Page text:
Empowered customers are always on the move—from one gadget to another and from one brand to the next—as their standards continue to rise. What should you do to keep up?
Perhaps we can attribute consumers’ rising standards of good customer service to technology and its unstoppable diffusion. As people’s options for contacting brands multiply, they form high expectations when it comes to how they should be treated. In many ways, technology, coupled with the availability of information, allows consumers to make better purchasing decisions.
This is also why they’re quick to switch to other brands that can satisfy their demands. Companies that provide a trouble-free customer experience cannot, in any way, survive the competition. With numerous competitors within a niche, it’s easy for customers to explore other choices until they find one that supplies their needs.
The sad thing is that many companies are unaware of their lapses, which is a result of misdirected focus. Instead of evaluating their organization from a consumer’s perspective, most brands view themselves from an insider’s point of view. The assessment they come up with, therefore, may be biased and inaccurate. Consequently, the insights they use to drive changes in the call center fail to target the core needs of customers.
For 76% of consumers, customer service is the most important indicator of how much a company values them. They treat the following features as the standards of a hassle-free customer support.
1. Availability of self-service modes
According to a 2015 report, 90% of consumers expect brands to have a self-service option, as these platforms allow for autonomy. Its biggest benefit is instant information access, which lets consumers work on their issues without having to ask for an agent’s assistance.
Aside from enriching customer relationships, self-service portals allow a contact center to reduce call volume and cut costs. These portals also create consumer communities, which can eventually turn into rich sources of data.
2. Well-consolidated call center technology
Most contact centers now embrace an omnichannel strategy, but often, the challenge is in consolidating and integrating multiple tools and devices. A loosely built tech infrastructure can slow down your response rate, create communication problems, and get in the way of escalating transactions.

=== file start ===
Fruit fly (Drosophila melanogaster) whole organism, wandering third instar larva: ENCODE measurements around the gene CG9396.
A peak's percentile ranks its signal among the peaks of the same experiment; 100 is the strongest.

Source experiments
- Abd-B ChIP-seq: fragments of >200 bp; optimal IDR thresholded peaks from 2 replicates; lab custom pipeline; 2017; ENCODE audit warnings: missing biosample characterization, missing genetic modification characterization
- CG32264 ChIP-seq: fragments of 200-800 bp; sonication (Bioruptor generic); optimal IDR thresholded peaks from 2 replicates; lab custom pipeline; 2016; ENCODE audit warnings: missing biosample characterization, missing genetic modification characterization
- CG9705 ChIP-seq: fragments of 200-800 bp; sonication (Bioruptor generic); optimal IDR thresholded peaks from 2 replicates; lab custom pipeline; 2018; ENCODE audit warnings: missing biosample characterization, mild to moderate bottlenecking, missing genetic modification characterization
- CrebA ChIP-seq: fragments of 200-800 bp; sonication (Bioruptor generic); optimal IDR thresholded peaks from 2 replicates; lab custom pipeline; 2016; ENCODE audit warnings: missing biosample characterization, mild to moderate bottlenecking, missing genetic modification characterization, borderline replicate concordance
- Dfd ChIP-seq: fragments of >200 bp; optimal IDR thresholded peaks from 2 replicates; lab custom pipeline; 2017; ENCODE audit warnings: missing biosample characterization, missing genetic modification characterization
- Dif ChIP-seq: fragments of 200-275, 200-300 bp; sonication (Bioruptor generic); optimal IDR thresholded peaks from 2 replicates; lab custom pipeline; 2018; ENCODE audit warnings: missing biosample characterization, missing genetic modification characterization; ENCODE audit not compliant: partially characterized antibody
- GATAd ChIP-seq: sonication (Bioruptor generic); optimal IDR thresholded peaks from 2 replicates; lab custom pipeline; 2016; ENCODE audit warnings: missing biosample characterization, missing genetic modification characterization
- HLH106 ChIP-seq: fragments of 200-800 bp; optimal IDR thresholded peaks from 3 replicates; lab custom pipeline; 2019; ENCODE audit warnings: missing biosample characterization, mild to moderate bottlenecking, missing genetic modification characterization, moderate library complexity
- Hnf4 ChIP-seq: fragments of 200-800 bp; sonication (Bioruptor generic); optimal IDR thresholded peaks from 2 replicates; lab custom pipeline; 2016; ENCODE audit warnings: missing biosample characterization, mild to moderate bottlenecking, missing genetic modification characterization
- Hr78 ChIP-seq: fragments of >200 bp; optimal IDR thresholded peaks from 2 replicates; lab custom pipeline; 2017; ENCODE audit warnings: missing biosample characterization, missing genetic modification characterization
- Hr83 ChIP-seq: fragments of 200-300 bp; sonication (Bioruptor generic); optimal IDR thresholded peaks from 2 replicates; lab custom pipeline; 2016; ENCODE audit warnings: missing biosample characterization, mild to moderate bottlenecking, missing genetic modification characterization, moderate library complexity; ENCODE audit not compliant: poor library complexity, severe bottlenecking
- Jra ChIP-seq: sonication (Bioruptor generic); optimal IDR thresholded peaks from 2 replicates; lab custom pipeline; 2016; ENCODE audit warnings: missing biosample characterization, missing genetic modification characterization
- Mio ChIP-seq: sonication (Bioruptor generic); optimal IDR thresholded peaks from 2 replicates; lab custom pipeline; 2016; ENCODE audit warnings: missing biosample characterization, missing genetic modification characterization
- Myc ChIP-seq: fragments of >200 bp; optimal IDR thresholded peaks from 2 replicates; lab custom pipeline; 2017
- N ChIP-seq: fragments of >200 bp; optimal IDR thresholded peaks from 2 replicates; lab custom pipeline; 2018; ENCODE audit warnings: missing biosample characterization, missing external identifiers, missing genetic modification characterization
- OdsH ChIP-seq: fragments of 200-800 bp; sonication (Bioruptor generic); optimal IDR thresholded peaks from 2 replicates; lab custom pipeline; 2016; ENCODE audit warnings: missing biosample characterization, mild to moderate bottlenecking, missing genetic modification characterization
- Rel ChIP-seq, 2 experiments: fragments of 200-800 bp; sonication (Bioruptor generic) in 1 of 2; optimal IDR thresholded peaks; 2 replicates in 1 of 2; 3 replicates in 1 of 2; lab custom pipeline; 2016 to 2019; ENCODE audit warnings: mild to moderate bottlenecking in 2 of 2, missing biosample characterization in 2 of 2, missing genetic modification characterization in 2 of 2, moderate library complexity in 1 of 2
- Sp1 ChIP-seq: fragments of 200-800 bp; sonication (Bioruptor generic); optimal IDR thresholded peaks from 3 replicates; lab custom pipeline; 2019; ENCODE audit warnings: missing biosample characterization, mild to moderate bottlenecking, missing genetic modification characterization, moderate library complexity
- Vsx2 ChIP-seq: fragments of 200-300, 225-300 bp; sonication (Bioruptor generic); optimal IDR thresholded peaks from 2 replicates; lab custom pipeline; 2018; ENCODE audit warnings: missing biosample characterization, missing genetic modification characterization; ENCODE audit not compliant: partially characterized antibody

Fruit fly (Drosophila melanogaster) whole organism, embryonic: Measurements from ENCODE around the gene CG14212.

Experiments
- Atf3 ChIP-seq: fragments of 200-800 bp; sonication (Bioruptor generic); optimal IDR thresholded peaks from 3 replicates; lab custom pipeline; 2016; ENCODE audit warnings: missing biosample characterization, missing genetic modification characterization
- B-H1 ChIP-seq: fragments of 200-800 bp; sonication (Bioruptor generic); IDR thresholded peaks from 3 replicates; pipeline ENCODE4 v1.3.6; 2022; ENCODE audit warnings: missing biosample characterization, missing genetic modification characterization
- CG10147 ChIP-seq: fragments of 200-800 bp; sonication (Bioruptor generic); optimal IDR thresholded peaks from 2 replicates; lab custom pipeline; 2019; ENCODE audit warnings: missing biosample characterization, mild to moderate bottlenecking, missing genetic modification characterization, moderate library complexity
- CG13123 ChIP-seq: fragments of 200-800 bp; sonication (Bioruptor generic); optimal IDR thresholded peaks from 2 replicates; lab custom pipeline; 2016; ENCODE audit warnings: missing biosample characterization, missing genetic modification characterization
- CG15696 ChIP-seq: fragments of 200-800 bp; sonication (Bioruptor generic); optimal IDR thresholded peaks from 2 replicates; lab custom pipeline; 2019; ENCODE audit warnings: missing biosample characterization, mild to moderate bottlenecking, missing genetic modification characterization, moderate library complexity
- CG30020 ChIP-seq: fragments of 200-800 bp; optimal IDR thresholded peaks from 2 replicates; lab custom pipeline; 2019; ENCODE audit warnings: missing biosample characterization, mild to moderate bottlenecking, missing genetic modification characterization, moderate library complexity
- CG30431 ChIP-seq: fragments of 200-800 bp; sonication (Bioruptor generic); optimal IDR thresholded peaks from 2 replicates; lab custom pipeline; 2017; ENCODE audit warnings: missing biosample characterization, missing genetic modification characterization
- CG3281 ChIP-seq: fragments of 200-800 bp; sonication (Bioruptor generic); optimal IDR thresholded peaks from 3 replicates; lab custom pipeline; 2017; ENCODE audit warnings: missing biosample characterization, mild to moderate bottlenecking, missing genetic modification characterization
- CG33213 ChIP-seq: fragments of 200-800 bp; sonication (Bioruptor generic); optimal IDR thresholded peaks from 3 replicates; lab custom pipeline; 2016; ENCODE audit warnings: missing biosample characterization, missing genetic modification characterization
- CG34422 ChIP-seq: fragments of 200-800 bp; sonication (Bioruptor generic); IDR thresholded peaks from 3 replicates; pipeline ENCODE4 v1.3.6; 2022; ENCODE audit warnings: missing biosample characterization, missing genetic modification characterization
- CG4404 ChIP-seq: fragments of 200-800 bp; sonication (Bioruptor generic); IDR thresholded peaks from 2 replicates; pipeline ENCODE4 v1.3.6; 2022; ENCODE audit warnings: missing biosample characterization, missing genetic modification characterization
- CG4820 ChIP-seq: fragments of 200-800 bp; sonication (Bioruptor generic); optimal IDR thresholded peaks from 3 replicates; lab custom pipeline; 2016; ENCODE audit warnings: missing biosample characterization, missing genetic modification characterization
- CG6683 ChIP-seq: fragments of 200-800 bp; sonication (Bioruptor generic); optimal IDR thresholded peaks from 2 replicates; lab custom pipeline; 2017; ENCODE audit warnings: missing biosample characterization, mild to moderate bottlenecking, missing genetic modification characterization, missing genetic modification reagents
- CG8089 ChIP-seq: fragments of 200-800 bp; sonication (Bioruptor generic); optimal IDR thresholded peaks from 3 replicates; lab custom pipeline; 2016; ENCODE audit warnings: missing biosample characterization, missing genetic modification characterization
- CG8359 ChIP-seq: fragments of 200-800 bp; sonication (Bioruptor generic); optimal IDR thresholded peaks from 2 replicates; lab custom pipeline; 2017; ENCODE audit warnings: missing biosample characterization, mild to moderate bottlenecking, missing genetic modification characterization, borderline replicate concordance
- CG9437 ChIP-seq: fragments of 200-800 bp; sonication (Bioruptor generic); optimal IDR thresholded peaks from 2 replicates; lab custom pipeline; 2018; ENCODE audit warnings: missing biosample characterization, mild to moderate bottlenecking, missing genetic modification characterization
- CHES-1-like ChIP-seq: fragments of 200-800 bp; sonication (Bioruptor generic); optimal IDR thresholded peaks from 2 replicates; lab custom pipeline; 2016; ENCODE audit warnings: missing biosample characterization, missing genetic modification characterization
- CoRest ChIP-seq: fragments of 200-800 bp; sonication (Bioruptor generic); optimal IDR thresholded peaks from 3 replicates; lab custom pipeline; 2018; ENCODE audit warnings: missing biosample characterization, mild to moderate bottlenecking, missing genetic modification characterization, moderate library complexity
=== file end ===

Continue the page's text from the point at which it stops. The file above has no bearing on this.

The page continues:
On the other hand, connected technologies ensure that all aspects are working together for one goal. This way, you can provide fast and efficient customer service.
3. Allowing customers to control their time
Time is the most precious asset for the empowered customer. However, you may be wasting your customers’ time without even knowing it. For example, delayed responses to social media messages and unattended communication channels can result to needlessly long transactions.
To clear up these kinds of bottlenecks, customer journey mapping could help. If you trace the customer life cycle, you’ll gain a more objective view of your brand. Therefore, identifying the tangled points and ironing them out become easier.
4. Streamlined conversations
Brands have to remember that customers use multiple devices to get in touch with them. Several factors determine their channel of choice, but for the most part, they choose the most convenient and fastest option. For example, they may send you an email initially and then switch to social media later on. If your customer service platforms aren’t integrated, you won’t be able to track conversations that take place in multiple devices. It will then be difficult for an agent and a customer to understand one another, which slows down problem resolution and ruins the customer experience.
For a successful omnichannel strategy, call center managers have to make sure that previous conversations with one customer are accessible by all departments through a CRM tool or a customer database. This way, they can be retrieved and reviewed by an agent if needed.
5. Human-to-human interaction
When a customer talks to an agent, they expect a personalized interaction delivered by a real, breathing human being. While automated processes aren’t completely avoidable, callers expect you to be able to listen well and empathize with them. Human conversations help build customer relationships that are based on emotions and trust.